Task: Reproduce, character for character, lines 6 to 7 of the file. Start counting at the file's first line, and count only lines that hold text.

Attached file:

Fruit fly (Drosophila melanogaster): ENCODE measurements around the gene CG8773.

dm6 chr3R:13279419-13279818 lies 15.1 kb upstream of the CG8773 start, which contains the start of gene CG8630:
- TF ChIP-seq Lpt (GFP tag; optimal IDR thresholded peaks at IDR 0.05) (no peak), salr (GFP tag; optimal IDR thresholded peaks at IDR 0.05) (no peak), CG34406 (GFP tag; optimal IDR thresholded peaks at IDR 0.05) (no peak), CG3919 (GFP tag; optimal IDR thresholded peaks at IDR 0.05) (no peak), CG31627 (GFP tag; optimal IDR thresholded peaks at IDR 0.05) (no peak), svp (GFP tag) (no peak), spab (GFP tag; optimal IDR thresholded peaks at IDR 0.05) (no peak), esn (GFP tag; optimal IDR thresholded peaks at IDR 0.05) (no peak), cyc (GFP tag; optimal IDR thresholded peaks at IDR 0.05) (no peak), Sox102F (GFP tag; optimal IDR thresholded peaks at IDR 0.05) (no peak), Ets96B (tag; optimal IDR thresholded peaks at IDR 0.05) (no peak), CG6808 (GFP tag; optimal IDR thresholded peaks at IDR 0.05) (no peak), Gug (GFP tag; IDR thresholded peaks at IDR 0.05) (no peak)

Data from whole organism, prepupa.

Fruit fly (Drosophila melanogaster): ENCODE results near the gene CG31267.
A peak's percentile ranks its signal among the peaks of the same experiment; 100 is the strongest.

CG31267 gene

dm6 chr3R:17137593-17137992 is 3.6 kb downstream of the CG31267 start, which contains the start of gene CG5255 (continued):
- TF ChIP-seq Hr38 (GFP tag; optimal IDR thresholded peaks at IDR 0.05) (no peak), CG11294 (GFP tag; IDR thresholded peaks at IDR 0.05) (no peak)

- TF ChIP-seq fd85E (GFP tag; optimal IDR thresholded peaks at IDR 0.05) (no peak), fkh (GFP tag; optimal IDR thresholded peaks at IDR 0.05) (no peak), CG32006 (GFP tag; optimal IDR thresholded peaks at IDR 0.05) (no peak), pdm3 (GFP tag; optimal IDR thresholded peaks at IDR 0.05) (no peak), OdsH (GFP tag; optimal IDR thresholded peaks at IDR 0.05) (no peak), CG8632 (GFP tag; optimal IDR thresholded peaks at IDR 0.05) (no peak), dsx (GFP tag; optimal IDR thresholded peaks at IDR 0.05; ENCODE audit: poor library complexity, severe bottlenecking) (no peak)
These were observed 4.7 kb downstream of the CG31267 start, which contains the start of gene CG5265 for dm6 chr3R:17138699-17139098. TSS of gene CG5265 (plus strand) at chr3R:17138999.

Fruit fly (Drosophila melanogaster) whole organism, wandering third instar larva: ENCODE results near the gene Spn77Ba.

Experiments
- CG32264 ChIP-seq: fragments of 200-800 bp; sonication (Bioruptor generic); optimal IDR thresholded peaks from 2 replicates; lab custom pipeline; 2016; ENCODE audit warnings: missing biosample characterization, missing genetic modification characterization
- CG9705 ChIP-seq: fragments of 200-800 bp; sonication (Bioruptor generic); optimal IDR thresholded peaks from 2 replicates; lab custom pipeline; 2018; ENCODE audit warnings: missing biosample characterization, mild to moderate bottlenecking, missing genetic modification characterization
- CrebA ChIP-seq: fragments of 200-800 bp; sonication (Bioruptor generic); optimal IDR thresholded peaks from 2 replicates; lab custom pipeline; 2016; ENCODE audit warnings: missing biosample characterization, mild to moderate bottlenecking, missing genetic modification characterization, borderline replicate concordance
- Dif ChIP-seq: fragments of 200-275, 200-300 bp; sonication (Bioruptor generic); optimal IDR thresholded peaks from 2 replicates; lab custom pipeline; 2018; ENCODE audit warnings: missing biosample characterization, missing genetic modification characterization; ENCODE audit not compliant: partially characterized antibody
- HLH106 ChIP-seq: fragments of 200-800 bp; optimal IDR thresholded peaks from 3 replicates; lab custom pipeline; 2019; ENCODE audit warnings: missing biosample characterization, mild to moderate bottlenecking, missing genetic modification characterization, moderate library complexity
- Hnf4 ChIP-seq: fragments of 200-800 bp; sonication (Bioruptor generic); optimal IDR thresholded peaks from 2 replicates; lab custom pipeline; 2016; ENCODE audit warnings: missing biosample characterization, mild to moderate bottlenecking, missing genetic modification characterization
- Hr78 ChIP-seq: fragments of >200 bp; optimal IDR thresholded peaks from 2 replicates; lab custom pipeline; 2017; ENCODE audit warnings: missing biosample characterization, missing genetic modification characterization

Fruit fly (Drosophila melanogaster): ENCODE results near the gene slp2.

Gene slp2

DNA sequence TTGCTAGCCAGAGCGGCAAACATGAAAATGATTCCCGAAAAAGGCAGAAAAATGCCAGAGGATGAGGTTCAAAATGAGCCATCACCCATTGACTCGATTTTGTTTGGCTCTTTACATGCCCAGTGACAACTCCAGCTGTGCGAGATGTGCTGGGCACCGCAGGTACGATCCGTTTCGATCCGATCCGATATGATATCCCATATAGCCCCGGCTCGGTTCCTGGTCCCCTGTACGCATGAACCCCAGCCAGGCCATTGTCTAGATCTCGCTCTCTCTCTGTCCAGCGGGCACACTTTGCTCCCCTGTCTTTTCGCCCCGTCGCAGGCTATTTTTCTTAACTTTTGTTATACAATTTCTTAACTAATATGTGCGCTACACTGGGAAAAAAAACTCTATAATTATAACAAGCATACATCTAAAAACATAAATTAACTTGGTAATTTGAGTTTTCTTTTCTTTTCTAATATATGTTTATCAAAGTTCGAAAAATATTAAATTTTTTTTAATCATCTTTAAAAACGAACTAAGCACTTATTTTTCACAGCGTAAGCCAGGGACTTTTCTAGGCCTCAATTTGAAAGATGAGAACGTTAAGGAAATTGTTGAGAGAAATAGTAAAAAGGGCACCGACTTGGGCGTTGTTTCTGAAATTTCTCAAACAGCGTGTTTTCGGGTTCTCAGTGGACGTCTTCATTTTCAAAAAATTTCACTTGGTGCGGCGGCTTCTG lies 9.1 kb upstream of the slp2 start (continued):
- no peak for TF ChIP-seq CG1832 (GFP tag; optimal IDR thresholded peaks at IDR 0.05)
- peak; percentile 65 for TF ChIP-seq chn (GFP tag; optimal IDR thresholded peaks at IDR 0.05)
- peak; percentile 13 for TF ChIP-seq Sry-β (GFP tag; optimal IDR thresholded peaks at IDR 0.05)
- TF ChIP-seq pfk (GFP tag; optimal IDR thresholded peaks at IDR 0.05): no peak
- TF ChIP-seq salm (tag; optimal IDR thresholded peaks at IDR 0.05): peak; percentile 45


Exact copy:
A peak's percentile ranks its signal among the peaks of the same experiment; 100 is the strongest.

CG31267 gene